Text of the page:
Today we had our annual Harvest Service at my church.
This is something we’ve done for the past four years at a barn on a farm owned by some members of the church.
It might sound funny to have church in a barn, but this space is actually very nice.
They do other events here, so it looks great on the inside.
It also fits our personality.
This is an event that people have really started looking forward to.
They show up and invite friends and family that don’t typically attend our church to visit.
The setting is beautiful, we tend to put a lot of thought into the experience of the people that show up, and it pays off.
It is often a memorable service.
And it’s quite an event.
But the people that just show up when the service starts and then leave, don’t see the work behind the scenes that goes into this service.
There is a lot of planning, clean up, and preparation that goes into this.
The planning starts months in advance, and is based on prior years experience.
In the weeks leading up, we are still planning what we need to do.
Then the day before, there is a tremendous amount of labor that goes into actually getting ready to host 500-600 people.
I am in charge of all the music and elements related to that.
I spent about 7 hours the day before the service, setting up the entire PA system, getting the band ready and then cleaning up equipment that we don’t need to use.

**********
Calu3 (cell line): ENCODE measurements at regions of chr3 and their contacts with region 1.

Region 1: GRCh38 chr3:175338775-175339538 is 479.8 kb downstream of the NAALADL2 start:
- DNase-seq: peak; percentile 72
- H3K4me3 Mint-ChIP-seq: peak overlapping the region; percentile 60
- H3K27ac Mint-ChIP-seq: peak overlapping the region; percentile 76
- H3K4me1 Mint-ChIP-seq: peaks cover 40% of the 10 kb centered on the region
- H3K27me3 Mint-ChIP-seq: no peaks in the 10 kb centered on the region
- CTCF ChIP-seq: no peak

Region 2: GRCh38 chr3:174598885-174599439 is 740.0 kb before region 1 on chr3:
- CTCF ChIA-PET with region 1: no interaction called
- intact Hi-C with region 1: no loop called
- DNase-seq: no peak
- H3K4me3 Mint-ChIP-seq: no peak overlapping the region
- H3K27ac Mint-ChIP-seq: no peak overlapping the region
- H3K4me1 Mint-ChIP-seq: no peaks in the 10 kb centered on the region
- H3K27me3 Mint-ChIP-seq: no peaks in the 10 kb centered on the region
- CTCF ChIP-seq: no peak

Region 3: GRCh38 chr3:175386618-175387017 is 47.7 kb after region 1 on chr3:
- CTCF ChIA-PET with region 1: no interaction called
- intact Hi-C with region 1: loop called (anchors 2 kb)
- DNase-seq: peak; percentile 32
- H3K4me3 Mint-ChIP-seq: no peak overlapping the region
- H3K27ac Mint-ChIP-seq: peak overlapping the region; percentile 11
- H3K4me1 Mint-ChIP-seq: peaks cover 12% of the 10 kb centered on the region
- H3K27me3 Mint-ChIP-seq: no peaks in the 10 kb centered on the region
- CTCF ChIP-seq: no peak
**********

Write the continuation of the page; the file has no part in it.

Other people in other areas spent close to that amount of time, and in some cases more.
So even if you only take the day before the service, we spend about 4 times as long preparing for the event that people spend attending.
Those people only see the event, they don’t always know the process that leads up to it.
And it’s like that in business too.
People look at big paydays for startup founders that sell, or a copywriter who charges $25k (or way more) for a sales letter.
Those things are events.
But underlying all those events is pretty much always a process that leads up to it.
Don’t fall into the trap of thinking that things like that just happen, or that people are “lucky.”
To achieve your own event, focus on your process.
Study the process (not the events) of people you aspire to be like.
And then put in the work.
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